One of my friends is a fairly big comic and film geek. He also works with a number of minority students as part of his job and is thus involved in many diversity based programs. And on top of that he’s Mexican-American. So the other day, after reading about Miles Morales – aka the new Ultimate Spider-Man who, if you haven’t heard, happens to be half African American and half Latino American, I decided to ask him his thoughts. I figured with his background in both diversity rich programs and general geekdom, he’d have a pretty interesting opinion on the matter.
Something along the lines of, “I’m fine with it I guess. As long as it’s not too gimmicky and they’re not doing it just to sell more books. Like every time Jean Grey dies. Or when Superman died. Or Batman. Or anybody really. If it’s part of a greater story it’s cool. And if they keep him out long enough to matter it’s cool.”
I was slightly taken aback at the simplicity of his response. To his credit, he did answer the question I had just asked: “How do you feel about Peter Parker dying and being replaced by a half black/half Latino new guy?” But of course I was fishing around for a critique of the latter half of that question.
Across the interweb, everyone has pretty much chimed in since the Miles announcement. I’ve read reactions to the multi-ethnic new character on various websites ranging from USA Today to CNN to our very own AngryWeb. The response has typically fallen into two distinct camps of thought: praise and criticism.
On the one hand, many are giving props to Marvel for introducing a new ethnically diverse character in a universe that is primarily made up of white heroes – particularly the mainstream heroes. At the other end of the spectrum, there are those saying that Miles is nothing more than a poorly placed PR and PC move. Even Miles throws out a similar thought as he questions whether or not his appearance is in poor taste when he first unmasks.
Yet despite all of the articles and forum posts I read, I didn’t really take into consideration a third opinion: the introduction of Miles Morales is as big as you want to make it. This more or less what my friend felt.
The creation of Miles Morales was very intentional. Marvel’s editor in chief, Axel Alonso, explained “What you have is a Spider-Man for the 21st century who’s reflective of our culture and diversity…When the opportunity arose to create a new Spider-Man, we knew it had to be a character that represents the diversity — in background and experience — of the twenty-first century.” So kudos to Marvel. The replacement of Spider-Man is a pretty big deal. It’s not like Marvel is doing this with Iron Fist or Ghost Rider or some other B teamer. Spider-Man is as big as it gets for Marvel and is probably the most recognizable figure in comics behind maybe only Superman and Batman. Point being, while popular non-white characters such as Luke Cage or John Stewart have existed for decades, Marvel is trying to make a big statement with one of their big hitters. Sure it’s the Ultimate version and not the 616, but most of the millions of people who happened to read one of various articles online probably won’t know the difference.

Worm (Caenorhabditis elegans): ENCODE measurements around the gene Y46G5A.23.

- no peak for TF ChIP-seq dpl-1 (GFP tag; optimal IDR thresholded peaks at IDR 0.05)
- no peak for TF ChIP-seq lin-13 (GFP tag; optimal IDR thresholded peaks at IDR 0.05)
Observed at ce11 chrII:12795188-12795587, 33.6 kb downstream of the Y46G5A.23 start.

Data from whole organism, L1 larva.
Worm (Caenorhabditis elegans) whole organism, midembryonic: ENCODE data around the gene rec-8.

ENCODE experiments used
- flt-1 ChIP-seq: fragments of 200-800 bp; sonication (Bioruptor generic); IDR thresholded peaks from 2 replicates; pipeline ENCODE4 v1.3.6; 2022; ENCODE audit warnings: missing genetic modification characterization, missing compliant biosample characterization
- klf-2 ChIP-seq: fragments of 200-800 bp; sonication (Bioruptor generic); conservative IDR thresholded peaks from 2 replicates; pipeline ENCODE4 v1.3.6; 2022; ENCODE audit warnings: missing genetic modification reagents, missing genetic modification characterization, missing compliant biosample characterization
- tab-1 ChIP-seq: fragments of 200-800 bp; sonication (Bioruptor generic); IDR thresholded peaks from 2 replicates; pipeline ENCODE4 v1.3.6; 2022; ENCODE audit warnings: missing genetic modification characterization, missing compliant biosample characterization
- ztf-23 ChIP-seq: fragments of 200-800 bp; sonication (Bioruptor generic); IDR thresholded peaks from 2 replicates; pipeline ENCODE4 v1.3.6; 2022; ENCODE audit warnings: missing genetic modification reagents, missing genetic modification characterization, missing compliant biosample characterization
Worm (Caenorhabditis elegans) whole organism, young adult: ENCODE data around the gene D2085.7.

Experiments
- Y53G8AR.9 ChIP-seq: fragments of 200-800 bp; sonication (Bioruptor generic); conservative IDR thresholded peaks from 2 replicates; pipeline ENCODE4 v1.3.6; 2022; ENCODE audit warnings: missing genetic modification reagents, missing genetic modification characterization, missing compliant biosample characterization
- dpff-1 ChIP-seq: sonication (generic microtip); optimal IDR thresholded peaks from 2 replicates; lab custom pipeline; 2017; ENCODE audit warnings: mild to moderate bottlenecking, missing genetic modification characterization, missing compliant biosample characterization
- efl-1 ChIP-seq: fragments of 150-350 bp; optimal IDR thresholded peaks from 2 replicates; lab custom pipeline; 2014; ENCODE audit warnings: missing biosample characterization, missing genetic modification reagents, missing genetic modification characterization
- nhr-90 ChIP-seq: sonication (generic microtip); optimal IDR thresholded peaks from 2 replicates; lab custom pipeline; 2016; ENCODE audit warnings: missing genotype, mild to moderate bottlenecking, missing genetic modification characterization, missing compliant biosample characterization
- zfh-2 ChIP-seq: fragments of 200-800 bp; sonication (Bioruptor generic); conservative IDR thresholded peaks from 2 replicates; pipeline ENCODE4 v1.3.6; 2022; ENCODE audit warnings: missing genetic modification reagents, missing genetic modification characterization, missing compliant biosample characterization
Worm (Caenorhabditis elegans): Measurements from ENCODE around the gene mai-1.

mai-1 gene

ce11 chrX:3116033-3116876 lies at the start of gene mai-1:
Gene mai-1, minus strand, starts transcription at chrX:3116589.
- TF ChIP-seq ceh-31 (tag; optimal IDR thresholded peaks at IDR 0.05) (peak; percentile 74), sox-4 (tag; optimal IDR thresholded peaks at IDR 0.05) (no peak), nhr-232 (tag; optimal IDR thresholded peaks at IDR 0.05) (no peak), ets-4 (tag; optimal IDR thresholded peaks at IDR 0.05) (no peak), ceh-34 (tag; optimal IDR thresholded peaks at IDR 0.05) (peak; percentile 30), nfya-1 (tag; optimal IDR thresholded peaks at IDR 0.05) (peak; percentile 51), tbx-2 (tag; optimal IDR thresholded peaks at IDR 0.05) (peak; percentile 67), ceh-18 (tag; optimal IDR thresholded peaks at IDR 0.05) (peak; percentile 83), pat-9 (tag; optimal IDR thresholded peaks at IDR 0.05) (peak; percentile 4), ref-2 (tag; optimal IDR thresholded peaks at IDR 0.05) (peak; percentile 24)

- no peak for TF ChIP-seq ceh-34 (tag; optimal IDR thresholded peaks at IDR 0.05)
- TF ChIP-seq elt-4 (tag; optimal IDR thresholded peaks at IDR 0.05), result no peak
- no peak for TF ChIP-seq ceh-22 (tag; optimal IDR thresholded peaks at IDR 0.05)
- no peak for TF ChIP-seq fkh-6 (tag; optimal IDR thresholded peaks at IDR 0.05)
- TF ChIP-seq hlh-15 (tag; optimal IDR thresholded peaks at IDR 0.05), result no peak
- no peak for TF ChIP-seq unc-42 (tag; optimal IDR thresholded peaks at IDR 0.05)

In terms of reaction, everyone seems to recognize what Marvel is doing, but no one seems to agree on why. After all, Marvel is a business trying to sell a product and such wide publicity from Miles will help them do just that. In order for Marvel to get the audience on their side – to get their intended purpose to match up with the audience’s interpretation – Marvel needs to follow up their bold introduction with bold stories.
Miles cannot simply be Peter Parker with a different skin color. If he exists just to deliver the same quips and go through the same awkward teenage moments, then his introduction does not really have that greater impact my friend was hoping for. But if he is developed into a fully realized character, however, full of his own complexities and quirks (something Bendis can do well), Miles may be here to stay for a while. In terms of his ethnicity, should it be a focus of some stories? Definitely. Should it be THE focus of his entire character? Definitely not.
Going off of this approach, Bendis should take note of Mark Millar’s Ultimate X-Men and more specifically the Ultimate version of Colossus. While his 616 counterpart has been in a long standing relationship with Kitty Pryde, Ultimate Colossus is gay. Millar and subsequent writers on the book have successfully created some solid story arcs as well as tackled a major “21st century issue.” Coming out to a homophobic best friend the way Colossus came out to Nightcrawler, for example, is a real world experience that many readers can relate to. (The turning into metal thing and teleporting with a loud BAMF maybe not so much).
At the end of the day, good storytelling will always win out. Yet Marvel has a responsibility to follow up their introduction with stories that recognize this opportunity. Sara Pichelli, who was integral in designing the new Spider-Man’s look, said, “Maybe sooner or later a black or gay — or both — hero will be considered something absolutely normal.” To me, it seems my friend has already reached that point. For the rest of us, however, it appears that we have some work to do to get there. Hopefully Miles Morales will play a significant role in bridging that gap.